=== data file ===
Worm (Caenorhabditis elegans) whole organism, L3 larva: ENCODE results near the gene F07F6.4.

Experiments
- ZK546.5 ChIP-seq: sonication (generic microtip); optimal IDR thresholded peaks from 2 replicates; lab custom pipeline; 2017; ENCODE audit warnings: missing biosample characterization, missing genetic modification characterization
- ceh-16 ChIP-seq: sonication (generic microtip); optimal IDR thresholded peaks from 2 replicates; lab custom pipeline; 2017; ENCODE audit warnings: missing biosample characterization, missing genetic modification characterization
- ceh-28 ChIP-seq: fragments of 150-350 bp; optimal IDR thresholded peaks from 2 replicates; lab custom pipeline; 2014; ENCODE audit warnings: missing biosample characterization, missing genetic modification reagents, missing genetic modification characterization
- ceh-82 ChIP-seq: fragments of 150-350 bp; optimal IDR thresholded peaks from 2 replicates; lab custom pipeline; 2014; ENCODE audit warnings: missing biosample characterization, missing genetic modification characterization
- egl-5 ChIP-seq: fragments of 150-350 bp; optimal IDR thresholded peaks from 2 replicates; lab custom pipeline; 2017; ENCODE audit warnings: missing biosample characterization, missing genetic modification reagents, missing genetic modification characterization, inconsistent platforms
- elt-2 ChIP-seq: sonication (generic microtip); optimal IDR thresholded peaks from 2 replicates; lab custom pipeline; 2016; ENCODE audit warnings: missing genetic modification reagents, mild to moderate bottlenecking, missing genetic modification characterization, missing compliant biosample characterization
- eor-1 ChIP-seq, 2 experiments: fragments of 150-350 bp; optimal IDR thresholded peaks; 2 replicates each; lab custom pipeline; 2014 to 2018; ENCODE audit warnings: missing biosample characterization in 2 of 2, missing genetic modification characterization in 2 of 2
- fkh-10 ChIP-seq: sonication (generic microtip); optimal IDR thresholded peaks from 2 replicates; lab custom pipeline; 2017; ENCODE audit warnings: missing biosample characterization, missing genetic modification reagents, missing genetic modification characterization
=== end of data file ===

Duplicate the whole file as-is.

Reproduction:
Worm (Caenorhabditis elegans) whole organism, L3 larva: ENCODE results near the gene F07F6.4.

Experiments
- ZK546.5 ChIP-seq: sonication (generic microtip); optimal IDR thresholded peaks from 2 replicates; lab custom pipeline; 2017; ENCODE audit warnings: missing biosample characterization, missing genetic modification characterization
- ceh-16 ChIP-seq: sonication (generic microtip); optimal IDR thresholded peaks from 2 replicates; lab custom pipeline; 2017; ENCODE audit warnings: missing biosample characterization, missing genetic modification characterization
- ceh-28 ChIP-seq: fragments of 150-350 bp; optimal IDR thresholded peaks from 2 replicates; lab custom pipeline; 2014; ENCODE audit warnings: missing biosample characterization, missing genetic modification reagents, missing genetic modification characterization
- ceh-82 ChIP-seq: fragments of 150-350 bp; optimal IDR thresholded peaks from 2 replicates; lab custom pipeline; 2014; ENCODE audit warnings: missing biosample characterization, missing genetic modification characterization
- egl-5 ChIP-seq: fragments of 150-350 bp; optimal IDR thresholded peaks from 2 replicates; lab custom pipeline; 2017; ENCODE audit warnings: missing biosample characterization, missing genetic modification reagents, missing genetic modification characterization, inconsistent platforms
- elt-2 ChIP-seq: sonication (generic microtip); optimal IDR thresholded peaks from 2 replicates; lab custom pipeline; 2016; ENCODE audit warnings: missing genetic modification reagents, mild to moderate bottlenecking, missing genetic modification characterization, missing compliant biosample characterization
- eor-1 ChIP-seq, 2 experiments: fragments of 150-350 bp; optimal IDR thresholded peaks; 2 replicates each; lab custom pipeline; 2014 to 2018; ENCODE audit warnings: missing biosample characterization in 2 of 2, missing genetic modification characterization in 2 of 2
- fkh-10 ChIP-seq: sonication (generic microtip); optimal IDR thresholded peaks from 2 replicates; lab custom pipeline; 2017; ENCODE audit warnings: missing biosample characterization, missing genetic modification reagents, missing genetic modification characterization